Last week, I saw two girls I know at a café. Eighty-seven percent of the time they were on their iPhones and, when they did speak to one another, the conversation largely went along the lines of standard exam-time chat. “So when’s your last test … aww babe, that sucks …” — in other words, dryer than the biscotti they were nibbling on. “So great to catch up with this one for brunch” was the caption of the Instagram picture one then posted, accompanied by a photo of the other seemingly having a whale of a time.
It’s easy to see why experts posit that over-exposure to social media sites, where people selective edit out the mundane and unpleasant parts of their lives, can result in feelings of inadequacy, loneliness and depression. Yik Yak, on the other hand, does away with this falseness. Human life is largely compromised of long periods of unpleasantness, mundaneness or, at best, mere contentment, spritzed with the occasional burst of joy and happiness. This is totally cool; normal human brain development requires time off. While being relentlessly pelted with images of your friends having a great time could lead you to convince yourself you’re not happy because you’re not constantly having a good time, finding out through Yik Yak that a lot of other people, most likely the majority, also spend some Saturday nights, I don’t know, in bed watching Come Dine With Me, eating crispy noodles and masturbating could yank you out of this falsely constructed sense of inadequacy.
The other Yak category is where the original poster (OP) poses questions to the Yik Yak community. Some of these are fairly day-to-day questions; for example, where a certain tutorial is being held that day, or advice on how to give a decent rim-job.
Many posts, however, come from people unsure of themselves, questioning their beliefs or genuinely seeking life advice.
Yaks’ anonymity has led to the posting and answering of questions people might not feel comfortable discussing in person. I’m not talking the lines of “I’m not sure how to bring up the ‘what are we?’ question with my girl, any advice?” — that’s what mums/Yahoo Answers exist for. I’m talking posts like the screenshots above, along with many I’ve seen that go along the lines of “Does anybody else constantly think about killing themselves?” or “I’m straight but recently I’ve felt attracted to my flatmate, how can I make this go away?” These are the kind of questions where advice from someone who has been in the same position is invaluable and, given society’s general intolerance towards acknowledging mental illness, Yik Yak allows those people to offer support without having to bare their soul to the world. Personally, being introduced for the first time to the possibility that my not super-peachy state of mind wasn’t actually my own fault, but rather that I might be suffering from a mental condition, was an enormous moment. The fact that Yik Yak is doing this for folks on a daily basis is unequivocally a fantastic thing.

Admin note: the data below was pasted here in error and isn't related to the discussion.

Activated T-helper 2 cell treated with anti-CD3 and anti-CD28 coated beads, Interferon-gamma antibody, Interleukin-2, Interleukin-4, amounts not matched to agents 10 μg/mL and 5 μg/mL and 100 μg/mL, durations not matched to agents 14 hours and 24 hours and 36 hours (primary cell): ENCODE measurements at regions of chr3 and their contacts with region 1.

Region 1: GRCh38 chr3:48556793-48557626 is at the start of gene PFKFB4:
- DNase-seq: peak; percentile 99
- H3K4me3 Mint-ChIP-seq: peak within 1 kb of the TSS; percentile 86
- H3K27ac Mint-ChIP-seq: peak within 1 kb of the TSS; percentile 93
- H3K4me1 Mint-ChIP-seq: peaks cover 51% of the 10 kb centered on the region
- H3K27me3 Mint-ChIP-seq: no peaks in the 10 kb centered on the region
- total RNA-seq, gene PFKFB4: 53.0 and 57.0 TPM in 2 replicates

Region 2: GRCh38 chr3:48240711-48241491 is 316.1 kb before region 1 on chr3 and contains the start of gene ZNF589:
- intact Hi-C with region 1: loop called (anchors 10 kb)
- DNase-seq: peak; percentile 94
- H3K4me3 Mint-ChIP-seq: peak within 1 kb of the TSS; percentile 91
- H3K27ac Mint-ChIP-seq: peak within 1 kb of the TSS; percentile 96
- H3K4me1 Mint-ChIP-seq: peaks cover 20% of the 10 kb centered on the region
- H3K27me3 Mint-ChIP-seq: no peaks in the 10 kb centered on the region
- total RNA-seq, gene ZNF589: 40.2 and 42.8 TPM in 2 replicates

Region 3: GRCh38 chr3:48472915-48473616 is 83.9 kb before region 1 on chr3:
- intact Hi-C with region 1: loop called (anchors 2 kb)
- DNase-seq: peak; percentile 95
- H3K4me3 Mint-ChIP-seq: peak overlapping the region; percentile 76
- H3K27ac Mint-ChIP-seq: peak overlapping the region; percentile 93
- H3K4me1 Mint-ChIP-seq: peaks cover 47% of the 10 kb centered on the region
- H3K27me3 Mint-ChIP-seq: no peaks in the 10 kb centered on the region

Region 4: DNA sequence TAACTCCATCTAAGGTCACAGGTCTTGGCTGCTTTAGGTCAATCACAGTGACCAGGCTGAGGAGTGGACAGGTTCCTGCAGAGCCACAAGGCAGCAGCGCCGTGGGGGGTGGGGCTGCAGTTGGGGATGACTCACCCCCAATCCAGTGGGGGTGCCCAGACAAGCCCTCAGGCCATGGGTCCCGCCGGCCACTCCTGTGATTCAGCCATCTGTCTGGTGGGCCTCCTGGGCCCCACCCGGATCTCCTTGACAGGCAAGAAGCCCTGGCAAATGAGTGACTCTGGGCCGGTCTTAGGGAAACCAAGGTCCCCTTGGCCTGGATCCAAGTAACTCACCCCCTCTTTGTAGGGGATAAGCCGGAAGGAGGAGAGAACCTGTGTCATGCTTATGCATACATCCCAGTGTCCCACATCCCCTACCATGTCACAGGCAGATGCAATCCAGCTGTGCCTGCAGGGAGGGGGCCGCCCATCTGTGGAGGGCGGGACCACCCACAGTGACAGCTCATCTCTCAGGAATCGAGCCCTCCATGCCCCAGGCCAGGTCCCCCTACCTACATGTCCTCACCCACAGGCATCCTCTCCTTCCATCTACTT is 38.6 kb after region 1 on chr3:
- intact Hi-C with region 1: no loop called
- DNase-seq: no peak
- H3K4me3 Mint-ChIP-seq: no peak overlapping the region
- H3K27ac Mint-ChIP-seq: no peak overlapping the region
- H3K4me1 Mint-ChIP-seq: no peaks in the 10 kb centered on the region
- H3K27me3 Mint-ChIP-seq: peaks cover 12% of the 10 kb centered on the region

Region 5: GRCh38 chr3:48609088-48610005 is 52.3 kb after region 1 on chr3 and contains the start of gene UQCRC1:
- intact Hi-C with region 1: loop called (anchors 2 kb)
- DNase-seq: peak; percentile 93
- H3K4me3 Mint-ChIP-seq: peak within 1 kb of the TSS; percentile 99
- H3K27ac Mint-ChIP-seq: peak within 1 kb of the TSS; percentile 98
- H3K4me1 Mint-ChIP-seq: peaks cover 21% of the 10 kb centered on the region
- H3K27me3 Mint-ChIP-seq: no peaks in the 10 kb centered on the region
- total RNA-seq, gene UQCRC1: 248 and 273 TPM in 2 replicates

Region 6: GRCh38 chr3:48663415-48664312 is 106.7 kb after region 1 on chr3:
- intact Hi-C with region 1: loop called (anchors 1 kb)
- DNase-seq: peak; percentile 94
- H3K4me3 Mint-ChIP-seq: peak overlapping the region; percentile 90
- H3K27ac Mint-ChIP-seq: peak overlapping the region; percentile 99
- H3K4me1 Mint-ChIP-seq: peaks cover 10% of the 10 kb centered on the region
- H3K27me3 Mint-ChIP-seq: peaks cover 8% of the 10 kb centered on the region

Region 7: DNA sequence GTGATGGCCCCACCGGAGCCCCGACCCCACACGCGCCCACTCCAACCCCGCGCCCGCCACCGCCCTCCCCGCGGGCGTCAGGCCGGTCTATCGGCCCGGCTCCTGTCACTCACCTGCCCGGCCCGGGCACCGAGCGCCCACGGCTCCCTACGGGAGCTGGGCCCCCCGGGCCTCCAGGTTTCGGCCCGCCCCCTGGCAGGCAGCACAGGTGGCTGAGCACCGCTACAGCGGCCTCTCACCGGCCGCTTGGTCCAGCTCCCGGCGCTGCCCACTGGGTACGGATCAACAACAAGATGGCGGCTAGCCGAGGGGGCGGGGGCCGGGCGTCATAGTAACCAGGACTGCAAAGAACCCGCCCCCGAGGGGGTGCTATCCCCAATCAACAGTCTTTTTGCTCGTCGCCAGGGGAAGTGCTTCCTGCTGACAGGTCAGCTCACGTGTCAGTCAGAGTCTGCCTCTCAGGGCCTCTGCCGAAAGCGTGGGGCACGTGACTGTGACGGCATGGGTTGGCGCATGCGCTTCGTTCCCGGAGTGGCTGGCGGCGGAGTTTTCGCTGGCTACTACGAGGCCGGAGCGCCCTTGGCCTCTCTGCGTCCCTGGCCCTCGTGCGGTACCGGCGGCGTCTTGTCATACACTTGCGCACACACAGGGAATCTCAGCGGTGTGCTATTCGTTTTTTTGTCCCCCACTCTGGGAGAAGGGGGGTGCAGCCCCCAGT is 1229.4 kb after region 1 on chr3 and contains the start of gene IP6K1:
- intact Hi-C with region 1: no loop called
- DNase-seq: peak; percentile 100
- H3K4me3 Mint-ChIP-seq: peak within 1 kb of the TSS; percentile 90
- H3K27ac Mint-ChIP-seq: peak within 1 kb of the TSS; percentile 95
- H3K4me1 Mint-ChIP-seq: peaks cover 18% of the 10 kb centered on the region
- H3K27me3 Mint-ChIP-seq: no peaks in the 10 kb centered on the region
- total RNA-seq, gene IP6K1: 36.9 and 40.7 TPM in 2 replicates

I have been cruising through Yik Yak for a number of months, and I’ve never seen any mean-spirited posts targeted at other students not be voted off the site almost immediately. When I spoke to the wardens of a number of residential colleges, none of them reported having any issues with the app. Arana College’s deputy head, Patrick Chong, said, “I don’t know what is this Yak you’re talking about.”
Dr Erika Pearson, a senior Otago lecturer in the Department of Media, Film and Communications, said: “Most of my students who’ve used it find it to be a really supportive group.” She added, “If I were to hypothesise about why college Yik Yak can be quite supportive, particularly in Dunedin, it would be the fact everyone lives in the same group and goes through the same stresses at the same time and so there may be some kind of shared identity there.”
The title of this article was always going to be “Yaktivism”, purely because we can’t resist a jazzy pun like that. However, as I worked on this piece, I came to the conclusion that anyone who contributes to the Yik Yak conversation is, in fact, a “Yaktivist”, whether they realise they are or not. Of course, there are those who outright comment on Yaks offering their assistance or advice in response to a cry for help. But by merely commenting on and upvoting Yaks that normalise and publicise behaviour that’s usually kept behind lock and key, you are contributing to a community’s knowledge. Maybe something you’ve posted simply because you thought it was funny has been a breath of fresh air to somebody, making them finally realise that they ought not to feel ashamed about a certain aspect of themselves, or their personal choices.
This article is a love letter to our generation. While our grandparents received the miracle of atomic fission and created, oh, I don’t know, a bomb that could destroy the world a hundred times over, we’ve inherited a platform that could easily be used to bully, mock and taunt, and instead used it as a platform for positivity and good vibes. If that doesn’t make you a tiny bit optimistic about the future, I don’t know what will.